COA upholds eviction action

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A trial court properly treated a couple's action against the man who agreed to purchase a house from them as an eviction, the Indiana Court of Appeals concluded. The court also analyzed for the first time the nature and effect of a pre-closing possession agreement like the one in the instant case.

In Frank Chiprean v. Brody and Lacy Stock, No. 48A04-0907-CV-389, Frank Chiprean appealed the $6,000 judgment against him in favor of the Stocks. Chiprean executed a purchase agreement for a house owned by the Stocks and completion of the sale was contingent upon Chiprean getting a mortgage to buy the house. The parties also entered into an agreement that allowed Chiprean to take possession of the home and make monthly payments to the Stocks. He also agreed to accept the property in its current condition with no further responsibility to the seller for maintenance or repair and didn't have an inspection done of the home.

While living there, part of the roof collapsed, which caused Chiprean to only be able to live in a small part of the home. He stopped making payments even though the Stocks had made arrangements to have the roof repaired.

The Stocks then filed a small claims action to evict Chiprean; Chiprean filed a counterclaim to recover his $5,000 deposit. The trial court entered judgment in favor of the Stocks and denied Chiprean's counterclaim.

Chiprean argued on appeal that the trial court should have foreclosed his interest in the property, but he waived that argument because he never requested the property be foreclosed. Citing Skendzel v. Marshall, 261 Ind. 226, 301 N.E.2d 641 (1973), the appellate court noted there must be a "consummated" land sale contract with respect to a piece of land and that didn't happen here because completion was contingent upon Chiprean getting financing.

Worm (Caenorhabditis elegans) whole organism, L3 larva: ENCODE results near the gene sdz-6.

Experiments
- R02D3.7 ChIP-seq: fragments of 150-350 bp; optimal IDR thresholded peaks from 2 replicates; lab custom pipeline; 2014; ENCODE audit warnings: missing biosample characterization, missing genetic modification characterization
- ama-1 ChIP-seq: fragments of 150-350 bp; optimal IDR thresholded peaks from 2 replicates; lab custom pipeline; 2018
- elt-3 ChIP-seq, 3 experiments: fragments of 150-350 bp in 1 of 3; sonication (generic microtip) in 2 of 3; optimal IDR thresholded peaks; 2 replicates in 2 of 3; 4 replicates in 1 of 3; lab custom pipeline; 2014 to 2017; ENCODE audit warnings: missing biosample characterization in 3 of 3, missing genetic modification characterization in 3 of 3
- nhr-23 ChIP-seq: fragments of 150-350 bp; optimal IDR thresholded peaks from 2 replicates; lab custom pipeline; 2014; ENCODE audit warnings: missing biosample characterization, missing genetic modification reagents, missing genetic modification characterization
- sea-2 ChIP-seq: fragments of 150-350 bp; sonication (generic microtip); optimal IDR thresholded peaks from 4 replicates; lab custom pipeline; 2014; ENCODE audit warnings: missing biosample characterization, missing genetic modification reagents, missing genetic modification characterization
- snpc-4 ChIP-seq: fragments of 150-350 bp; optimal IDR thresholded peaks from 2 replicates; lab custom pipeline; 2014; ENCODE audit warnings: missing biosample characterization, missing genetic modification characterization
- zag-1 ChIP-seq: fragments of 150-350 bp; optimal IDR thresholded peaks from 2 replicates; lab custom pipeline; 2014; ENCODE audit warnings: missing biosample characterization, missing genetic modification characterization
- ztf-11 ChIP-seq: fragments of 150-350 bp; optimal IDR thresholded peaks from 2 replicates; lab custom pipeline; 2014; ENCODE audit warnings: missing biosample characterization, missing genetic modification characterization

The possession agreement also appears to be more in the nature of a lease than a land sale contract, wrote Judge Michael Barnes, noting the court couldn't find any Indiana cases analyzing the nature and effect of a pre-closing possession agreement like this one.

"We reviewed one case from New York wherein the court held that payments made under a pre-closing possession agreement did not create an equitable interest in the property because there was a lack of 'clear intent between the parties that such property be held, given or transferred as security for an obligation . . . .,'" he wrote. "We conclude that there likewise is a lack of such clear intent in this case."

There's nothing in either agreement indicating that the monthly payments were intended to pay down the contract balance owed to the Stocks. The agreements don't constitute a land sale contract or reflect intent by the parties that Chiprean have an equitable interest in the property, and he's not entitled to the benefit for foreclosure proceedings, wrote the judge.

The appellate court also upheld the denial of Chiprean's counterclaim, ruling he wasn't permitted to avoid liability for payments under the possession agreement, despite his argument the house was largely unlivable after the roof collapsed.